Cleaning supplies are not as effective as you think they really are
It is common knowledge that the public views microbes in a negative light. It is also a common misconception that bacteria and viruses can be “killed” with disinfectants and cleaning products like Scrubbing Bubbles and Lysol. To provide evidence against this false impression, I conducted an experiment in Bartlett Hall, located on the Cook/Douglass campus, in which I took surface samples of various doorknobs and handles. I transferred the samples on a general medium (Trypticase Soy Agar) and incubated it at 37°C (internal temperature for humans). The media contained bacterial colonies, which would indicate that the disinfectants Rutgers uses might not be enough to inhibit the growth of or kill bacteria.
Viruses are more complicated than bacteria in that, while bacteria are living microorganisms, viruses are nonliving microbial entities. Viruses are composed of single or double strands of genetic material that are sheathed within a protein capsule. They do not “grow." Rather, they require a host cell in order to replicate and produce more viruses. They lack the biosynthetic machinery necessary for life and instead, take over the machinery of the host cell. Viruses can’t be killed because they aren’t considered living so the cleaning products that claim to kill viruses are embellishing the truth. Depending on the virus, it can remain on certain surfaces for 2 to 8 hours (maybe longer), which is enough time for someone to transfer it into their body and allow it replicate within their cells. Unfortunately, I didn’t have the resources to provide evidence of viral growth on the doorknobs in Bartlett Hall. Regardless, proper cleaning methods are necessary to remove even a possible threat to one's health.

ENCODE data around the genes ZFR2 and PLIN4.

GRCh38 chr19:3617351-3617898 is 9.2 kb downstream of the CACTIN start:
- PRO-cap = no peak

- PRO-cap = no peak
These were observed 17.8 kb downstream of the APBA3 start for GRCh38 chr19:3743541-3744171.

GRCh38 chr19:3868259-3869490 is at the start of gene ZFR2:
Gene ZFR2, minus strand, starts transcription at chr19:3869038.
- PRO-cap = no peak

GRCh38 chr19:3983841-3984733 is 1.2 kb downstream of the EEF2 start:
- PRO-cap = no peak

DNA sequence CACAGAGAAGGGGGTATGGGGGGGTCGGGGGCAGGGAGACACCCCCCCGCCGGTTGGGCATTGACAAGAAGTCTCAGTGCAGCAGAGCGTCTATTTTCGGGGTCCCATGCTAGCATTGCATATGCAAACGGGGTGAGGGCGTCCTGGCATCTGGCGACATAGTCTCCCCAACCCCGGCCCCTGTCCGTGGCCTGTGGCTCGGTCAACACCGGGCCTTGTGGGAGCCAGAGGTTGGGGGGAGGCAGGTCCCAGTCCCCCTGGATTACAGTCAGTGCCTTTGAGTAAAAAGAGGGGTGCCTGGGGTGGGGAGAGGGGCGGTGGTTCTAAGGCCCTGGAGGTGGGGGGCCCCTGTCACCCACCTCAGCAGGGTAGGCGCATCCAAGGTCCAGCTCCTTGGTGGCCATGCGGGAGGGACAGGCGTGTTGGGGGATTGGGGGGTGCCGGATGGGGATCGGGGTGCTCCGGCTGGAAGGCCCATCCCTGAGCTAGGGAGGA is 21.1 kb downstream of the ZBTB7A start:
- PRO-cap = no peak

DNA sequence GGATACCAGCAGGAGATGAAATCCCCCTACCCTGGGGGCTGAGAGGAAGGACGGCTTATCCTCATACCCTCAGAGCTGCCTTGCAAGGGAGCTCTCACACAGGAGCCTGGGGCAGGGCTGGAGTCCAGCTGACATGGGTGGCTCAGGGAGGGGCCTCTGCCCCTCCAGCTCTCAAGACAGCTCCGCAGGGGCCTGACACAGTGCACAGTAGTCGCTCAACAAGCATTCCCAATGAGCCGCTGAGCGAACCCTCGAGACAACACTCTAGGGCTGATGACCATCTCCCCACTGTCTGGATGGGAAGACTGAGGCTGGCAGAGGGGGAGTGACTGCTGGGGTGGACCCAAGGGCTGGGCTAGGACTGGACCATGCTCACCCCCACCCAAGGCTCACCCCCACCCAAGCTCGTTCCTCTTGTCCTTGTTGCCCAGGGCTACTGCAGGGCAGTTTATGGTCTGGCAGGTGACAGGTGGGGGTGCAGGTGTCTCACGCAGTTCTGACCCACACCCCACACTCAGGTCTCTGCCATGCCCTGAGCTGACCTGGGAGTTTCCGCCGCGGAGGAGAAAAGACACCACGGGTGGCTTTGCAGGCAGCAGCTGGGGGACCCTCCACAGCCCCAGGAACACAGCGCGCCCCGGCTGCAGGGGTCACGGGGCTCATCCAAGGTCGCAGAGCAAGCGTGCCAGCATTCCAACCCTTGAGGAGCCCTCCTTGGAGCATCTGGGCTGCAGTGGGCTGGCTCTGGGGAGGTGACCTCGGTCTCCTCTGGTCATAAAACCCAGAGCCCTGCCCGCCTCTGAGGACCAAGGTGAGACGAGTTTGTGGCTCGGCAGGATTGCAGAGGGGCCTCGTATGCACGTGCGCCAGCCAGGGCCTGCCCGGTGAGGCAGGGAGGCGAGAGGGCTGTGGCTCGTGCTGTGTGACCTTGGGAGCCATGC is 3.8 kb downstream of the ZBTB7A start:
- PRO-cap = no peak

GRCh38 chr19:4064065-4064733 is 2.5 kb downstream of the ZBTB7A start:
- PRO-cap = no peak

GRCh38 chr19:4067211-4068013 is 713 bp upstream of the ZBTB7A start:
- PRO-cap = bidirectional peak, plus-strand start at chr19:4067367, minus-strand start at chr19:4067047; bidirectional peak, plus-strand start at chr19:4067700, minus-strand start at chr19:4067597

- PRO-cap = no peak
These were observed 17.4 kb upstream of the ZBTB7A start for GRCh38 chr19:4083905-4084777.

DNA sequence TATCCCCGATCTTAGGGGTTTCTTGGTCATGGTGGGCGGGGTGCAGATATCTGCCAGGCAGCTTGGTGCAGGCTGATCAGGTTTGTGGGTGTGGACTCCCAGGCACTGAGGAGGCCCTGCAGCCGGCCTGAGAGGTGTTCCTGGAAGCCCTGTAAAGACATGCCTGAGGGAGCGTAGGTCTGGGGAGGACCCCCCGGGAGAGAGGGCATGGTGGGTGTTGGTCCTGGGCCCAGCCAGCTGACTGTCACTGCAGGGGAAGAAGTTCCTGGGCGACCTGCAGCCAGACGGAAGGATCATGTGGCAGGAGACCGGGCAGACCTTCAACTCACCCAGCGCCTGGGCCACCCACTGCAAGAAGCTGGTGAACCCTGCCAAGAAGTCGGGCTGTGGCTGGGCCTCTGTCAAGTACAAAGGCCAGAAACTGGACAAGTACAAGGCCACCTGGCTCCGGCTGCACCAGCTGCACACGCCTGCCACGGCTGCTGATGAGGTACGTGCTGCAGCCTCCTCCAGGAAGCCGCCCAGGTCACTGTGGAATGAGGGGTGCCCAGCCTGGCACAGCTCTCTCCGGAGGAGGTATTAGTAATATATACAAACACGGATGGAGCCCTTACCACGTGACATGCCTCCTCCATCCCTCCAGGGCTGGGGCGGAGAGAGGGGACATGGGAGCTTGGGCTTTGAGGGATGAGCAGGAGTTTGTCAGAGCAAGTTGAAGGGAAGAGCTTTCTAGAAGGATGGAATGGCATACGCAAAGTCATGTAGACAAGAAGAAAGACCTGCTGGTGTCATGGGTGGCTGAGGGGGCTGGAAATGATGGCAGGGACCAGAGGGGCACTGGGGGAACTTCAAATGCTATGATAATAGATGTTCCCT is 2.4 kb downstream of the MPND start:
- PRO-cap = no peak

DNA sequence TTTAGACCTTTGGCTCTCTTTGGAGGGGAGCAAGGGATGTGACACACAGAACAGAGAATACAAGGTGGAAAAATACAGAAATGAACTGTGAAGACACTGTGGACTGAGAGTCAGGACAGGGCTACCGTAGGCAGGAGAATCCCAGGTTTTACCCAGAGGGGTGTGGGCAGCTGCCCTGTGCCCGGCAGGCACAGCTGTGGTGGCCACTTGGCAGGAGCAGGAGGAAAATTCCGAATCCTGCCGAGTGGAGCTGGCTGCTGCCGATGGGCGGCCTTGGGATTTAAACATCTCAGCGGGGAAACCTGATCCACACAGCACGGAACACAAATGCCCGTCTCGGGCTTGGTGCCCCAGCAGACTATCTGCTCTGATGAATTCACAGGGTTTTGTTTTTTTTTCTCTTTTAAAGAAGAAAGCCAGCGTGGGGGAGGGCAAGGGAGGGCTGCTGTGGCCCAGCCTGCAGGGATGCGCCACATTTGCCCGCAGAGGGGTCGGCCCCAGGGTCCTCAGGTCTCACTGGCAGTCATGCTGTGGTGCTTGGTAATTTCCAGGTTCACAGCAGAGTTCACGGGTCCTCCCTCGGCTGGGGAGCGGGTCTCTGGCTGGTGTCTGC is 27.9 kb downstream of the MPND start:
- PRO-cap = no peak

To remove the threat of bacteria and viruses, it would be best if Rutgers were to use bactericidal and virucidal cleaning agents. The cleaning products would then kill bacteria and deactivate viruses, respectively. Disinfectants that contain quaternary ammonium compounds followed by anything phenolic or halogen-containing are used in labs, and might be worth a try.
Zobia Ahmed is a School Of Environmental and Biological Sciences student majoring in microbiology.